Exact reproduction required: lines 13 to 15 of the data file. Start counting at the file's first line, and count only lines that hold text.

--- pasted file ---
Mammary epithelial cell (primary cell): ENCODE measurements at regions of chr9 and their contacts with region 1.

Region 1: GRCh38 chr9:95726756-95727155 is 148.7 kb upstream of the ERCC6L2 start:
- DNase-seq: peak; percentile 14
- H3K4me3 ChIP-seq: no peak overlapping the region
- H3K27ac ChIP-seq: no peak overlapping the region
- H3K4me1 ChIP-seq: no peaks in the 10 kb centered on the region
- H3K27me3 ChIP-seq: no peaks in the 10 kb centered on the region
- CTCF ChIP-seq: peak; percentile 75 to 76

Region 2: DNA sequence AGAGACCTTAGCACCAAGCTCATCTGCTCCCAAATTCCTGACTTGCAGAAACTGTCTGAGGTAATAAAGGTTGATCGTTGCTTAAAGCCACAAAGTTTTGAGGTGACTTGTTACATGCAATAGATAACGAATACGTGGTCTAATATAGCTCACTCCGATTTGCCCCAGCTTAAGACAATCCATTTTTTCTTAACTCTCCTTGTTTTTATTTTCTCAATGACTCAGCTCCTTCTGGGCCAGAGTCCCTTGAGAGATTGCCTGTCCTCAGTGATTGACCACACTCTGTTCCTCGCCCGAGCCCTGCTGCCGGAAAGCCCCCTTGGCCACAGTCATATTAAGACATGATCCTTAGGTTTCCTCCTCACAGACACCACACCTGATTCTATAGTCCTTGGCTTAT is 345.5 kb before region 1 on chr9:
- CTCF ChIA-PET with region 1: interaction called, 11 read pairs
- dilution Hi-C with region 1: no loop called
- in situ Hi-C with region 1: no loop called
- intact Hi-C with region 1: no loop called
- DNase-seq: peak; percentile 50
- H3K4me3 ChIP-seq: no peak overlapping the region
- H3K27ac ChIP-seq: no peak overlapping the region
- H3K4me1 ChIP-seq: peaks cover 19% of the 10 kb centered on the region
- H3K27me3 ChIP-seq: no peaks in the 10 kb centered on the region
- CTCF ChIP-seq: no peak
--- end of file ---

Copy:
- intact Hi-C with region 1: no loop called
- DNase-seq: peak; percentile 50
- H3K4me3 ChIP-seq: no peak overlapping the region